(Reuters) - The aggregate financial performance of biotechnology companies in four of the world's major markets -- the United States, Europe, Canada and Australia -- improved in 2011, but funding for small companies is increasingly scarce, raising questions as to whether that growth is sustainable long term, according to a new report.
Revenue growth rose 10 percent last year, excluding revenue from three large companies that were acquired, the first time top-line growth has reach double digits since the financial crisis hit the industry in 2009, according to a new report by accounting firm Ernst & Young.
"While this is still a far cry from the high double-digit growth rates the industry delivered through much of the last decade, companies are also operating in a new reality now, with more cautious regulators and increased pricing pressure from payers," the report noted.
Spending on research and development, an indicator of a company's financial health and confidence in the future, rose 9 percent, compared with 2 percent in 2010 and a decline of 21 percent in 2009.
Still, net income fell an adjusted 5 percent. Ernst & Young said the decline was a sign companies may have become more willing to loosen their purse strings after sharply cutting costs in 2009 and, to a lesser extent, in 2010.
"A decline in profitability may simply be a sign that things are indeed starting to return to normal," the report said.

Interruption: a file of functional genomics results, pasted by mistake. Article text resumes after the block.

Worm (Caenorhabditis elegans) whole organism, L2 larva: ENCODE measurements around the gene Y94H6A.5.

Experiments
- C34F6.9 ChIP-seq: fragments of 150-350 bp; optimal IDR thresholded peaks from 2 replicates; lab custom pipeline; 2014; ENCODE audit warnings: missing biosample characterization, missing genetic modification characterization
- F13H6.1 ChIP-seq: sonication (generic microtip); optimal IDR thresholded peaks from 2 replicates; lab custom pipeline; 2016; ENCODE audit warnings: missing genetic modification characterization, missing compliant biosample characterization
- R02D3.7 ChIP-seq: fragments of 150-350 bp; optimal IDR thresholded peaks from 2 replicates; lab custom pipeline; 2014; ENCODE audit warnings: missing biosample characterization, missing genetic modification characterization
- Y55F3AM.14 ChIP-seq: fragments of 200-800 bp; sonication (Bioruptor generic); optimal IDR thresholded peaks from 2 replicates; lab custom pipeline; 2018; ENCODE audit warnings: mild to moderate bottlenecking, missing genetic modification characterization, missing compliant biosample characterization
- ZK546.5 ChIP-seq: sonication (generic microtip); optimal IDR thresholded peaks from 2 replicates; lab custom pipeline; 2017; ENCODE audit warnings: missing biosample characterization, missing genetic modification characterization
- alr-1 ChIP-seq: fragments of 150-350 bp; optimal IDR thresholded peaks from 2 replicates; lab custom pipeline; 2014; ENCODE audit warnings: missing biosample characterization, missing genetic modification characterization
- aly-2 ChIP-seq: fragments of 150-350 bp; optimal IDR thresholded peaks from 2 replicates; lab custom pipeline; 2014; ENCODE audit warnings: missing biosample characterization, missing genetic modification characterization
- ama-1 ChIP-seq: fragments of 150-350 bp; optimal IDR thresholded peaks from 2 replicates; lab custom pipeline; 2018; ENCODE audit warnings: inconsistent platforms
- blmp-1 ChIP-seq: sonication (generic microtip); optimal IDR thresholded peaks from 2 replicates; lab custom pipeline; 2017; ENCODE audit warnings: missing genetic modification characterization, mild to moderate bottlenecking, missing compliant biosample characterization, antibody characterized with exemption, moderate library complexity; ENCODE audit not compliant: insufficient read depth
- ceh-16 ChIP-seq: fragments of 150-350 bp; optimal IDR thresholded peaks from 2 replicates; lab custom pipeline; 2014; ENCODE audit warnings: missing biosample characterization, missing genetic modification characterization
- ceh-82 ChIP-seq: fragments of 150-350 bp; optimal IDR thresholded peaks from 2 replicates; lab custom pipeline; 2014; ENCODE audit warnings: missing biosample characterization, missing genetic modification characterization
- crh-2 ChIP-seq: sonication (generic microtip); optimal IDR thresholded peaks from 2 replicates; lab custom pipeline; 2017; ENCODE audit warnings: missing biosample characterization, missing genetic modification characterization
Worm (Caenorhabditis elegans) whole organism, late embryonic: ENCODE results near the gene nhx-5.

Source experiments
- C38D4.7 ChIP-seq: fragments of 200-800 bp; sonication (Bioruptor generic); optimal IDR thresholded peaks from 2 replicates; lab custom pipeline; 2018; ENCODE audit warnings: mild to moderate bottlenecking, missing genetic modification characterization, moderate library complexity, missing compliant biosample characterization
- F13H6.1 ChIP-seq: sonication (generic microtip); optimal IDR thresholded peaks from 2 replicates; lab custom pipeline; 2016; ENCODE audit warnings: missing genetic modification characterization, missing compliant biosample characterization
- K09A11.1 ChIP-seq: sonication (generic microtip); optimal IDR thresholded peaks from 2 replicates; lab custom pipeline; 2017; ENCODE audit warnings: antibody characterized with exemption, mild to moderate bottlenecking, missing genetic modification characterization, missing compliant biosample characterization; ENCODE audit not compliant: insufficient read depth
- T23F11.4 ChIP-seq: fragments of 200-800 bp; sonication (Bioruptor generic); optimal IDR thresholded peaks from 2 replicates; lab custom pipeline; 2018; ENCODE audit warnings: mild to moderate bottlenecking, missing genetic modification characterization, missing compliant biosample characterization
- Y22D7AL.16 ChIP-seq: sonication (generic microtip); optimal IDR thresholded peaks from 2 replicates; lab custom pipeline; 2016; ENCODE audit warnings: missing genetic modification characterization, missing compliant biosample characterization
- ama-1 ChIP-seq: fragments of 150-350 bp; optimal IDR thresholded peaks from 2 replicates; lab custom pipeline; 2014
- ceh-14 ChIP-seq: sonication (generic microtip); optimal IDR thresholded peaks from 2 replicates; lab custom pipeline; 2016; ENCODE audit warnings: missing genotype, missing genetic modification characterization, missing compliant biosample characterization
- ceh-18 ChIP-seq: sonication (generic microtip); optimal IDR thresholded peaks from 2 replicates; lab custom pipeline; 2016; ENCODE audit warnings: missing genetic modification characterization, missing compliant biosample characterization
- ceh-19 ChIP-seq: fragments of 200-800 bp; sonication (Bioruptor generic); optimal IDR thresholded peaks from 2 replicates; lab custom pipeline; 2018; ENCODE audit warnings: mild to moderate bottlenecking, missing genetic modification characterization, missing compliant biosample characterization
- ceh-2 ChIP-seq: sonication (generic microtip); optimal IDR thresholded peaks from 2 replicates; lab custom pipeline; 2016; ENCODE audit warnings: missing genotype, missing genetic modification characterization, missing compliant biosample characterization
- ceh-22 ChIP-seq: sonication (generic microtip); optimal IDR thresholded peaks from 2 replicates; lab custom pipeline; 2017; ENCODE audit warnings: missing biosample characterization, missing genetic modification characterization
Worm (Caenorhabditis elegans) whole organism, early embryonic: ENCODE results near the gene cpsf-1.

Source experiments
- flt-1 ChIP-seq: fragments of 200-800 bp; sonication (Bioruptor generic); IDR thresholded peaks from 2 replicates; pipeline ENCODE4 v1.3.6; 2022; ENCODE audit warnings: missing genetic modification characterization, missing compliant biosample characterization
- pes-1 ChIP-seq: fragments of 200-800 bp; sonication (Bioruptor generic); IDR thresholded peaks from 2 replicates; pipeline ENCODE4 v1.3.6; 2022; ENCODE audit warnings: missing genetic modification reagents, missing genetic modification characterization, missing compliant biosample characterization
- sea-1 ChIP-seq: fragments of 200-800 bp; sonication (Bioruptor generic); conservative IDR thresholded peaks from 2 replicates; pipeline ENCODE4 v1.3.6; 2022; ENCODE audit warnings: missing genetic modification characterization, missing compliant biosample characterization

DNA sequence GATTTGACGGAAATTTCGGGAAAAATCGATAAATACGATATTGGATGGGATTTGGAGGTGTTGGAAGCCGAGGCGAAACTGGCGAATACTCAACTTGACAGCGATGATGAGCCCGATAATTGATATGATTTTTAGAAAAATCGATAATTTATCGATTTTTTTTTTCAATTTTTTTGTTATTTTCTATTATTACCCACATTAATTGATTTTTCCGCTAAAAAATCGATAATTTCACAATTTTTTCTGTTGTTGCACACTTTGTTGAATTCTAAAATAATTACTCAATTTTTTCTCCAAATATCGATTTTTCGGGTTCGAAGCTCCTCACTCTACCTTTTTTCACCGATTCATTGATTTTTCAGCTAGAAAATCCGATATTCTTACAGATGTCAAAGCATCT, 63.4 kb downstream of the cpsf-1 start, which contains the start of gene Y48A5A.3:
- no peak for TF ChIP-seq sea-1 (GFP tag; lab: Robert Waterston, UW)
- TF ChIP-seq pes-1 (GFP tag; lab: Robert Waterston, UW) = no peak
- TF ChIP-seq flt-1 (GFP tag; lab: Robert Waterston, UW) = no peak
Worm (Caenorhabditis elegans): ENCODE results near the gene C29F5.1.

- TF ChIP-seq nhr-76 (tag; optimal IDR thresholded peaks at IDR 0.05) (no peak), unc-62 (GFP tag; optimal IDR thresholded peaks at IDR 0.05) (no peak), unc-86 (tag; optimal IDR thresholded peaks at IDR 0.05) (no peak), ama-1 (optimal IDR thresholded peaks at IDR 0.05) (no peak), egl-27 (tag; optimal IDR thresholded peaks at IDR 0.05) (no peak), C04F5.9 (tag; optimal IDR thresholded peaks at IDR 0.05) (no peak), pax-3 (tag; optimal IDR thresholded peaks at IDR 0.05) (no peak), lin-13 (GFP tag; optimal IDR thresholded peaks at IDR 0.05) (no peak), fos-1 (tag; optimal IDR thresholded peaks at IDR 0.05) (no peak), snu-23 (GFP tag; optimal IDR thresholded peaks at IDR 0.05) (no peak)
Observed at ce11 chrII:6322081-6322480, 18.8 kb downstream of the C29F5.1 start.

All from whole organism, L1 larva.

Mergers and acquisition activity increased. The number of transactions increased to 57 from 49 in 2010. Total deal value rose to $25 billion from $20 billion, excluding some $30 billion from three large deals -- Sanofi SA's $20.1 billion acquisition of Genzyme; Teva Pharmaceutical Industries Ltd's $6.8 billion acquisition of Cephalon; and Grifols SA's $3.4 billion acquisition of Talecris Biotherapeutics.
Among the 57 transactions that took place or closed in 2011, only seven buyers were big pharmaceutical companies. The rest were big biotech firms such as Amgen Inc, specialty drugmakers such as Forest Laboratories Inc and Japanese pharmaceutical companies.
"We are unlikely to see many, if any, additional megadeals involving big pharma in the foreseeable future, as most companies have announced their intention to focus on smaller "tuck-in" deals" valued at below $5 billion," the report noted.
GROWTH SLOWED BY DEBT, PATENT EXPIRATIONS
Many drug companies have taken on more debt as a result of prior mergers. They are also seeing slowing revenue growth as many top-selling drugs lose patent protection.
At the same time, they are maintaining dividends and engaging in stock buybacks. All these actions have reduced the acquisition "firepower" of the pharmaceutical industry by as much as 30 percent, according to an Ernst & Young analysis.
Meanwhile, the market value of the top biotech companies -- Biogen Idec Inc, Celgene Corp and Gilead Sciences -- all top $30 billion, most likely placing them out of reach as acquisition targets.
Amgen's market value now tops $55 billion. It issued more than $10.5 billion in debt, repaid $2.5 billion, bought back $8.3 billion of its shares and paid its first dividend of $400 million.
Overall, the biotech industry raised $33.4 billion in funding in 2011, second only to 2000, the height of the biotech bubble.
However, much of the increase in 2011 came from debt, which rose to $17 billion, the highest in a decade. The biggest companies took advantage of low interest rates to raise debt to finance stock buybacks or acquisitions, the report said.
Unlike the United States, financing in Europe has not regained pre-crisis levels, reflecting the battle within Eurozone countries over the debt of some members.
(Reporting By Toni Clarke; Editing by Bob Burgdorfer)